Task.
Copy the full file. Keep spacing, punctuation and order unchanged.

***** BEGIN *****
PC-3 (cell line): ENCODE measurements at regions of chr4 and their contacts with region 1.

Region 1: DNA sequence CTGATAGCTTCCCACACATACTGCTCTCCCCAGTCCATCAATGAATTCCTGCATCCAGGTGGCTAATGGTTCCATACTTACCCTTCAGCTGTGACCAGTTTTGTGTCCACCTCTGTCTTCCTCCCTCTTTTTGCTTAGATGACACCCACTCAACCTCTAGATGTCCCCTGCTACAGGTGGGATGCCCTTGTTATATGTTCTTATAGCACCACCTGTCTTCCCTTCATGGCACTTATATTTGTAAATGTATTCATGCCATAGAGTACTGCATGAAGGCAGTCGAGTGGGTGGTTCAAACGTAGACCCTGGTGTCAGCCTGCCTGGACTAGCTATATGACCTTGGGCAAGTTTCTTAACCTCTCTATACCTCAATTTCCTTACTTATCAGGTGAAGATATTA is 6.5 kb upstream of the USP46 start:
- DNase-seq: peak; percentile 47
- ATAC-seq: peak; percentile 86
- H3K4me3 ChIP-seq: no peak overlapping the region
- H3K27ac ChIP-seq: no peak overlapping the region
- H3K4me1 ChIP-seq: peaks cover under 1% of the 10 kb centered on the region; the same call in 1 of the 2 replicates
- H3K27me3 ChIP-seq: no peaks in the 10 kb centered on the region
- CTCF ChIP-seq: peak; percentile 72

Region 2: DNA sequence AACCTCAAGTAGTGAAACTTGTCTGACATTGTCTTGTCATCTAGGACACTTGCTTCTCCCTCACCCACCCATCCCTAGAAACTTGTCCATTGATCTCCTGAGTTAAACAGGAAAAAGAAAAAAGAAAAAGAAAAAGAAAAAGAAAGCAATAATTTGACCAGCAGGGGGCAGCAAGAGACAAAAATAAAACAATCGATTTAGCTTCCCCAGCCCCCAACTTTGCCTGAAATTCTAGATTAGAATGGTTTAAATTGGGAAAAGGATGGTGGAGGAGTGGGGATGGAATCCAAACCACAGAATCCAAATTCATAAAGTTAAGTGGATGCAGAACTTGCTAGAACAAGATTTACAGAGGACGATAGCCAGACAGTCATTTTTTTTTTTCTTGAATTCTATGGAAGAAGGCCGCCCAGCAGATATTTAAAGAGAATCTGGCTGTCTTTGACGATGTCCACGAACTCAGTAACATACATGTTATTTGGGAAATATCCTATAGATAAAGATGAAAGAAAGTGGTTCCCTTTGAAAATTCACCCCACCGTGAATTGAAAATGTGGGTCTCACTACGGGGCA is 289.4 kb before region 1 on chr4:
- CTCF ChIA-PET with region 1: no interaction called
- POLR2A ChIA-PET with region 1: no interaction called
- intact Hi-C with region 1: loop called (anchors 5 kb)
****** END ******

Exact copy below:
PC-3 (cell line): ENCODE measurements at regions of chr4 and their contacts with region 1.

Region 1: DNA sequence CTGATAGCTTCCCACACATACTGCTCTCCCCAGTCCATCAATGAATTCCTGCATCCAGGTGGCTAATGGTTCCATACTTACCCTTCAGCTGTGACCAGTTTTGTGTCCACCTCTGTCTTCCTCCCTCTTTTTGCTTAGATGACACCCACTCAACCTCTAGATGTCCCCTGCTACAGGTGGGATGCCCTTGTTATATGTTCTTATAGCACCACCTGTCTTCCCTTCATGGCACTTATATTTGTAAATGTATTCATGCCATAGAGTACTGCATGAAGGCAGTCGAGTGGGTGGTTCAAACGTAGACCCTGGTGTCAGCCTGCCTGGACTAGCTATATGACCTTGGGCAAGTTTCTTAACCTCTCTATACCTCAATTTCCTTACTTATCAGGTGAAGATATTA is 6.5 kb upstream of the USP46 start:
- DNase-seq: peak; percentile 47
- ATAC-seq: peak; percentile 86
- H3K4me3 ChIP-seq: no peak overlapping the region
- H3K27ac ChIP-seq: no peak overlapping the region
- H3K4me1 ChIP-seq: peaks cover under 1% of the 10 kb centered on the region; the same call in 1 of the 2 replicates
- H3K27me3 ChIP-seq: no peaks in the 10 kb centered on the region
- CTCF ChIP-seq: peak; percentile 72

Region 2: DNA sequence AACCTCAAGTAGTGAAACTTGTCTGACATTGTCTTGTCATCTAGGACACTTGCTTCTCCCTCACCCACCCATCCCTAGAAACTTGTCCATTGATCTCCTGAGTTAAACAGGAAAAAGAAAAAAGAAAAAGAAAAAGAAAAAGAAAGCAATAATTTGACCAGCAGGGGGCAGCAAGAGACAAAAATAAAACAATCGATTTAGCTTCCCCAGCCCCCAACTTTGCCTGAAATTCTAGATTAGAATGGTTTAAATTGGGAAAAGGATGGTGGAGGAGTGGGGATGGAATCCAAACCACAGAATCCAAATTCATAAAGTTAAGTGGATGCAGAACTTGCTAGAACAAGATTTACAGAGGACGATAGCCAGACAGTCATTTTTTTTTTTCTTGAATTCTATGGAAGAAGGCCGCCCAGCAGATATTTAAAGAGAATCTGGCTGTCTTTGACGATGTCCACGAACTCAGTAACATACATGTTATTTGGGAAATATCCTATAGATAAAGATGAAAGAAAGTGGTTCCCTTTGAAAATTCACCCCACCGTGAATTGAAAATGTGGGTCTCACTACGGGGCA is 289.4 kb before region 1 on chr4:
- CTCF ChIA-PET with region 1: no interaction called
- POLR2A ChIA-PET with region 1: no interaction called
- intact Hi-C with region 1: loop called (anchors 5 kb)